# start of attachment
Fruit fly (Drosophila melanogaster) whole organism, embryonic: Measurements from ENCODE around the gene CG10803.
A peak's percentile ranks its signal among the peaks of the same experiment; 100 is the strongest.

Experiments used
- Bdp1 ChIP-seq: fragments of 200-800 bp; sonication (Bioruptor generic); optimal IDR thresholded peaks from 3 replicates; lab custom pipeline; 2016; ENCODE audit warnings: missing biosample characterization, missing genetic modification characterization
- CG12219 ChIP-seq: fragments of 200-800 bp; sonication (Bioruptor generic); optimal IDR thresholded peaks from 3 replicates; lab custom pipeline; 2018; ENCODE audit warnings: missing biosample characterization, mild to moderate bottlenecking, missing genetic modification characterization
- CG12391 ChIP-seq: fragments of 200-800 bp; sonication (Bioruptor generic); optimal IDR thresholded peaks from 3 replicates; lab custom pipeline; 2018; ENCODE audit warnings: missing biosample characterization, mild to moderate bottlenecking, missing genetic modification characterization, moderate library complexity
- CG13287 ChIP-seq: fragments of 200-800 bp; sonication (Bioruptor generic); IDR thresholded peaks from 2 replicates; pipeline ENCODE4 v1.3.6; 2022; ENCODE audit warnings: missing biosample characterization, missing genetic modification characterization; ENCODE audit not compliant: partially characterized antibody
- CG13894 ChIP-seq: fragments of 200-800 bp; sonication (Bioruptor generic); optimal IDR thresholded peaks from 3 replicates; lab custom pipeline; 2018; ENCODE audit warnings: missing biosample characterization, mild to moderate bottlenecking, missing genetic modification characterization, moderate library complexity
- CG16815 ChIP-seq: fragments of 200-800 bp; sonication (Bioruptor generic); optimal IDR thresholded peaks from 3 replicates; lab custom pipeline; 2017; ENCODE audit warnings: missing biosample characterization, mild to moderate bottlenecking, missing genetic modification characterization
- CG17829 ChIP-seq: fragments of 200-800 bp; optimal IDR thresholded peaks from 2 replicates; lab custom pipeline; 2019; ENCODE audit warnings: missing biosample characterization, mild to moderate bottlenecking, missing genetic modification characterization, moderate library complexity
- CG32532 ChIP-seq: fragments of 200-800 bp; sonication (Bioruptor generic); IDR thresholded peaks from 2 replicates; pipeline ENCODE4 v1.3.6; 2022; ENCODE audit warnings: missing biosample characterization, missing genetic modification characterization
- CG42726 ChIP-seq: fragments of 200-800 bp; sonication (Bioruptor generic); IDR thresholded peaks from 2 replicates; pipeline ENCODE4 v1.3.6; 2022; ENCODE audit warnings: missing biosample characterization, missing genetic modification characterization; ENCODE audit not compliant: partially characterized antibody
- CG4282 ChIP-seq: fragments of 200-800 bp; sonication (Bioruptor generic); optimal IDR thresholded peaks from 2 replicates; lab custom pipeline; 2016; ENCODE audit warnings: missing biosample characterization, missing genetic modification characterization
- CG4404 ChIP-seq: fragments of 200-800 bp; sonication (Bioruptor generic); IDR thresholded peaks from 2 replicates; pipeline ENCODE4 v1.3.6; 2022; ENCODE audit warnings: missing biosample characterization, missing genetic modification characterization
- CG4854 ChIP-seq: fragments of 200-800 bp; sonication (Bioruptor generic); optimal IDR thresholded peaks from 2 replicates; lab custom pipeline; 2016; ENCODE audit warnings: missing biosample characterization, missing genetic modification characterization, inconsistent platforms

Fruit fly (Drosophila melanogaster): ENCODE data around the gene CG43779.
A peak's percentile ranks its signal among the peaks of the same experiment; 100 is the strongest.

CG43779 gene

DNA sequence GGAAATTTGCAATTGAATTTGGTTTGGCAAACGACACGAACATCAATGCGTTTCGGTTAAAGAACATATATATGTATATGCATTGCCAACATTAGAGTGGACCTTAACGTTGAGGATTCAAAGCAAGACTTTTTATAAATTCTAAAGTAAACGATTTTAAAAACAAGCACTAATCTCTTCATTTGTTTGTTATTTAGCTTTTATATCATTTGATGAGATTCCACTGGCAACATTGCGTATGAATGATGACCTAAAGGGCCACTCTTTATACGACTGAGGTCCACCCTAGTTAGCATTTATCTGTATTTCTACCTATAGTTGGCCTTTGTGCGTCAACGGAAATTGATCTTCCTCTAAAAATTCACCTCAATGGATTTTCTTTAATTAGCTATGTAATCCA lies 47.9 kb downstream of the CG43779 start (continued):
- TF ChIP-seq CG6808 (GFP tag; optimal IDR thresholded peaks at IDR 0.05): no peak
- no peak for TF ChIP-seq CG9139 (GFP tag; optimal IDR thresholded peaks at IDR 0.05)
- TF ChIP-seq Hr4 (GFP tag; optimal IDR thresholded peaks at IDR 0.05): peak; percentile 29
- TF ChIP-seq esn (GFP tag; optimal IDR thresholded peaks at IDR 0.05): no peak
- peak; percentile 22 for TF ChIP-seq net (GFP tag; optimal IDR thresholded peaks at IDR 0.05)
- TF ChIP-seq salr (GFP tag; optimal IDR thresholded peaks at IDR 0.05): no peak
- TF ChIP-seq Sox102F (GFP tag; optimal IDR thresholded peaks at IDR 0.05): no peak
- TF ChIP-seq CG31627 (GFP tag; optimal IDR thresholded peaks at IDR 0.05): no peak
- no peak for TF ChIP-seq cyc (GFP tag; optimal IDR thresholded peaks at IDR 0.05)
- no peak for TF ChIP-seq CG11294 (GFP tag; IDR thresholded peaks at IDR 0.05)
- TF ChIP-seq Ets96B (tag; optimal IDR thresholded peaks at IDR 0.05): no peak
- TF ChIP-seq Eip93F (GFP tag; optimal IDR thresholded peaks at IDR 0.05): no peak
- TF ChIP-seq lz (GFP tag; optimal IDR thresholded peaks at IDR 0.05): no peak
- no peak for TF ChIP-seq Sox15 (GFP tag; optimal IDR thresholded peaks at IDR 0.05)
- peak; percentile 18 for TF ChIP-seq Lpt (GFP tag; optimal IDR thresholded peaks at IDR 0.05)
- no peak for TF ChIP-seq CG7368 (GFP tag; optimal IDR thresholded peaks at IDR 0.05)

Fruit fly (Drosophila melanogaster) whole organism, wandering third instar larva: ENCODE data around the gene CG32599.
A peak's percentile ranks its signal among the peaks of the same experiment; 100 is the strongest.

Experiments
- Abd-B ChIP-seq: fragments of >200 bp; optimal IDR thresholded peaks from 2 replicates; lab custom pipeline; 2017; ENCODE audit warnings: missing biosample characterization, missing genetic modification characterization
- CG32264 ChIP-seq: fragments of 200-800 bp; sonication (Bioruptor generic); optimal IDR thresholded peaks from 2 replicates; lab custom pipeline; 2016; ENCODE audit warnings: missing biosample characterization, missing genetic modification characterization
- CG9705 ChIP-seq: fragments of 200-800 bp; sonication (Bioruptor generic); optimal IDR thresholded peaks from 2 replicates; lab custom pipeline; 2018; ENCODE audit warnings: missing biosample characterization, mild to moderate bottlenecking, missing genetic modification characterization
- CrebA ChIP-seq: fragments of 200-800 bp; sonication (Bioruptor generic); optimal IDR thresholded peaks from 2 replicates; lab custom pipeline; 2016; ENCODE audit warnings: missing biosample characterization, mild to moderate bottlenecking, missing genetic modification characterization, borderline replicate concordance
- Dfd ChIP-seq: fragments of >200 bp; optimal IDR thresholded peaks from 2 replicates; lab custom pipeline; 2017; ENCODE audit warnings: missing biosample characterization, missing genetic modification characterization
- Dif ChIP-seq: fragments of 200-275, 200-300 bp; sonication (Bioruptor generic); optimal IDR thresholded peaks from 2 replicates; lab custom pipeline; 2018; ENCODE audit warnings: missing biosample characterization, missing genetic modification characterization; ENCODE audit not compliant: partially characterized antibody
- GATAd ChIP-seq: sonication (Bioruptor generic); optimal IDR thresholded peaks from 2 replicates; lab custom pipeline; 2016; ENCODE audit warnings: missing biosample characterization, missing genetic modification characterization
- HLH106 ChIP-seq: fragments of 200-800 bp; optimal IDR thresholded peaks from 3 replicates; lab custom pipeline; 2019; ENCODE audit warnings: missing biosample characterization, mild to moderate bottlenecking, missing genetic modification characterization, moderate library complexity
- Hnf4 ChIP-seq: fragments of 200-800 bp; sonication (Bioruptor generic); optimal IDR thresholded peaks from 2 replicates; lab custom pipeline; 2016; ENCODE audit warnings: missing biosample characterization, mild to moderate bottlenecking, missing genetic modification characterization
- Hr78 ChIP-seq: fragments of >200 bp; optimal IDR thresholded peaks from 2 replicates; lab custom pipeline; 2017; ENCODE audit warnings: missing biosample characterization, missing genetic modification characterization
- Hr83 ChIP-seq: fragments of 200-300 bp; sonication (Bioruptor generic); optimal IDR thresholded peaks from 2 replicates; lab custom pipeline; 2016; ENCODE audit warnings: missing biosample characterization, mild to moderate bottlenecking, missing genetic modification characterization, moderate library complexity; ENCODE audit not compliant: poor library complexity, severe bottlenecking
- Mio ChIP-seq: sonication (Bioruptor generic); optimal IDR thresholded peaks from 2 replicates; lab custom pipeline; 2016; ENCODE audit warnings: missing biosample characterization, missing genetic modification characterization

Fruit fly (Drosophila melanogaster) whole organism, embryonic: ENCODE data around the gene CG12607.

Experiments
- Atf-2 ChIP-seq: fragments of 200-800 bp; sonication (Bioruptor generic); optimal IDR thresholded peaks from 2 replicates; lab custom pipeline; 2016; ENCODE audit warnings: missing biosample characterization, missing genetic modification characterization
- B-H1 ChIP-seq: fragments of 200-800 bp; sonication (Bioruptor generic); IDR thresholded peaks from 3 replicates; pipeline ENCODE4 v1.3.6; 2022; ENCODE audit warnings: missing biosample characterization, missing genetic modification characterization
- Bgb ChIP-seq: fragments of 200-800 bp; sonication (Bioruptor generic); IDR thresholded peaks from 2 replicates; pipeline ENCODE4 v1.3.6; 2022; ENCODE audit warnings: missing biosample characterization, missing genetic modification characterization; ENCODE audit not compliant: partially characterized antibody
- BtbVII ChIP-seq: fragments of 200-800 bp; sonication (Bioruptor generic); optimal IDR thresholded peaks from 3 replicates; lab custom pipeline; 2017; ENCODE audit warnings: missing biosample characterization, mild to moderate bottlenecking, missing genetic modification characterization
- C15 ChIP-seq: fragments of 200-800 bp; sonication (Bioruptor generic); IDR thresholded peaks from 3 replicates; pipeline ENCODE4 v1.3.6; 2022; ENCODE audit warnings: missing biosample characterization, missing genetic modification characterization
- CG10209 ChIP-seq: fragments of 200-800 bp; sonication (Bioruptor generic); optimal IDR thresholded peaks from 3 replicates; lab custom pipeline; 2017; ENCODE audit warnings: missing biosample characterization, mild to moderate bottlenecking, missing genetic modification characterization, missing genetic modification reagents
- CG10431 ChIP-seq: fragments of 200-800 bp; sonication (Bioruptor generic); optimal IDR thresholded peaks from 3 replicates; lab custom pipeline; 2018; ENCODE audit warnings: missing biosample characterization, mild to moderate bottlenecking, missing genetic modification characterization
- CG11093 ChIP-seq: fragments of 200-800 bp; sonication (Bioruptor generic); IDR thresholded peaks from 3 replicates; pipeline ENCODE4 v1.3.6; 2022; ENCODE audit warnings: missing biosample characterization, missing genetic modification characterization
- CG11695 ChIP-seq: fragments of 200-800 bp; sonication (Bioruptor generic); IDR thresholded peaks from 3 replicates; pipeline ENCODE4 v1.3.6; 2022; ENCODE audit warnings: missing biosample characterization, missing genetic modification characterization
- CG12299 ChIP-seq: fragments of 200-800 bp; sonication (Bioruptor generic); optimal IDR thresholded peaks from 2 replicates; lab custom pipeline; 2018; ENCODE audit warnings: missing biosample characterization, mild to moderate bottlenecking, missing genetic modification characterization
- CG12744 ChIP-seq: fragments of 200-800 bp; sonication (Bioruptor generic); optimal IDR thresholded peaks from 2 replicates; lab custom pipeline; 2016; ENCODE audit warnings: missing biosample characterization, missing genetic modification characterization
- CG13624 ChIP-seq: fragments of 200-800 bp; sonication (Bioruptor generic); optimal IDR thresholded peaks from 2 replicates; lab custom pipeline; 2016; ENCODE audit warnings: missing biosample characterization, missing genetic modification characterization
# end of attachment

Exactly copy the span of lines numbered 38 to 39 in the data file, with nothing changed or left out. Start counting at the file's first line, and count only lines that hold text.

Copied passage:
Experiments
- Abd-B ChIP-seq: fragments of >200 bp; optimal IDR thresholded peaks from 2 replicates; lab custom pipeline; 2017; ENCODE audit warnings: missing biosample characterization, missing genetic modification characterization